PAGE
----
Selamat petang - Good afternoon.

Selamat malam - Good night.

Selamat sejahtera - translates to "Good day".

Selamat tinggal - goodbye.


"Selamat Siang" is a more natural way to say "Good Noon", Also "Selamat Sore" instead of "Selamat Petang"


In Malay? I haven't heard of it before, but yes, in Indonesian.


I actually really like the fact it’s always selamat ___ because most of the time the phrases make complete sense. Some languages have such an array of different words to learn for basic phrases and Indonesian is very simple in that respect.

The affixes, local and varied dialectal differences between islands, shortening of words and little particles have been the hardest aspects for me.

I would love to see a skill on particles with the notes if the Indonesian tree doesn’t have one yet.


They are so similar! I tried to repeat the Greetings skill several times to get a grip on them.

But the annoying Practice / Test Out algorithm just kept making me repeat the translation for the word "maaf" (meaning sorry) xD. Yet "maaf" was the one word I could remember and didn't want to practice!


Here I show you an example of the root word (akar kata) guna:

guna (v)---use

"guna" is not a verb, it's a noun.



In Malay, 'guna' is a verb.


Yes, you're probably right.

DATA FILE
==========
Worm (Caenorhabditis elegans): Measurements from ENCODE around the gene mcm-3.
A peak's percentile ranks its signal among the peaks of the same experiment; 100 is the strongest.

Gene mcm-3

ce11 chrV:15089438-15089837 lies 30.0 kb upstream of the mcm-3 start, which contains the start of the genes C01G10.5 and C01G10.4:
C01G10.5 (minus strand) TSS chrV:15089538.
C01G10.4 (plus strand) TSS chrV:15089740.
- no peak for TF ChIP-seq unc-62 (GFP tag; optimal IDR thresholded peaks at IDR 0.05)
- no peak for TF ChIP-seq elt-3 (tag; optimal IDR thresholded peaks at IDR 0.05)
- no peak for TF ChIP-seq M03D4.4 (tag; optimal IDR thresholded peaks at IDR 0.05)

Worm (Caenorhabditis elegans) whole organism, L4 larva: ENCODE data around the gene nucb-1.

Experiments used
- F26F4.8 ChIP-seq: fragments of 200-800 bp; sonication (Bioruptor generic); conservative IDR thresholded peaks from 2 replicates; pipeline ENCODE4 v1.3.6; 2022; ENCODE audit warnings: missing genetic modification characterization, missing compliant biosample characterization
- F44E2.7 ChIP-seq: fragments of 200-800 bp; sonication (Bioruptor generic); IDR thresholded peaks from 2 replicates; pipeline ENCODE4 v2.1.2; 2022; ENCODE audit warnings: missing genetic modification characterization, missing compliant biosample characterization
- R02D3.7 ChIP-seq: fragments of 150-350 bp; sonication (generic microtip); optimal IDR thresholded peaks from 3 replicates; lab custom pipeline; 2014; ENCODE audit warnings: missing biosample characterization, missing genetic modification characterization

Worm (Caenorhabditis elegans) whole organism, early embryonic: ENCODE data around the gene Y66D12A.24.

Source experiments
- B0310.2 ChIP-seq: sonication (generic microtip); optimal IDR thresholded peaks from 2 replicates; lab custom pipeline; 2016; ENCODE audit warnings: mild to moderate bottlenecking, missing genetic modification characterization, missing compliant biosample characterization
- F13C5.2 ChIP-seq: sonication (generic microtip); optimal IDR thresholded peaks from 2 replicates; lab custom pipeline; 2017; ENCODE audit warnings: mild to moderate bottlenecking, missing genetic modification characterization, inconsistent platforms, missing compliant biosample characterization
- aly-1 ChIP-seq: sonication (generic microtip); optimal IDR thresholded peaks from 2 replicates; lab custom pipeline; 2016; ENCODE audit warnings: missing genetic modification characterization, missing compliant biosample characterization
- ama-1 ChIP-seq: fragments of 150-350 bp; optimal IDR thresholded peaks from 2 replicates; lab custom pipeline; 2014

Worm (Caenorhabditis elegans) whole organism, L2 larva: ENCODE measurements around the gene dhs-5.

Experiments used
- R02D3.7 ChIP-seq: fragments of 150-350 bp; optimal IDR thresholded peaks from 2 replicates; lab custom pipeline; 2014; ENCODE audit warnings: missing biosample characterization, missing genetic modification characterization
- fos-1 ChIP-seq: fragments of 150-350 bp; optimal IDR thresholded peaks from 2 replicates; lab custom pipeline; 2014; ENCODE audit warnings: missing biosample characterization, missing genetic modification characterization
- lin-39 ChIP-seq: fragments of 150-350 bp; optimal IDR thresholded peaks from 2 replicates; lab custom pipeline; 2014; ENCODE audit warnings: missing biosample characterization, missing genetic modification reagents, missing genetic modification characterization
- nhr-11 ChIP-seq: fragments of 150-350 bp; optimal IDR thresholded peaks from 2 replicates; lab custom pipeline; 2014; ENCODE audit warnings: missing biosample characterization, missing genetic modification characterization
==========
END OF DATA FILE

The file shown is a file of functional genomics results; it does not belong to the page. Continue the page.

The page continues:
The topic starter is talking about another language.

I am learning Malay in school.....

As far as I know, this is a "Bahasa Indonesia" course.


I'm only using this because DL doesn't have a Malay course... And I live in Malaysia.


Rick, I check you suggestions for guna and you are correct, so I removed my comment ... but I think I deleted your comment too because it was a reply to mine. Thanks for your help.


I think every language has its challenges, and idioms are a quite advanced feature of a language in my opinion.

I was intrigued by the "no conjugation, no declension" announcement, but then I thought: If the language does not have these features, it will have other features that express these facets of what we want to say. And these may be even more challenging than conjugation and declension patterns.

I just find it so fascinating to see the many different ways people all over the world have found to express their thoughts and feelings.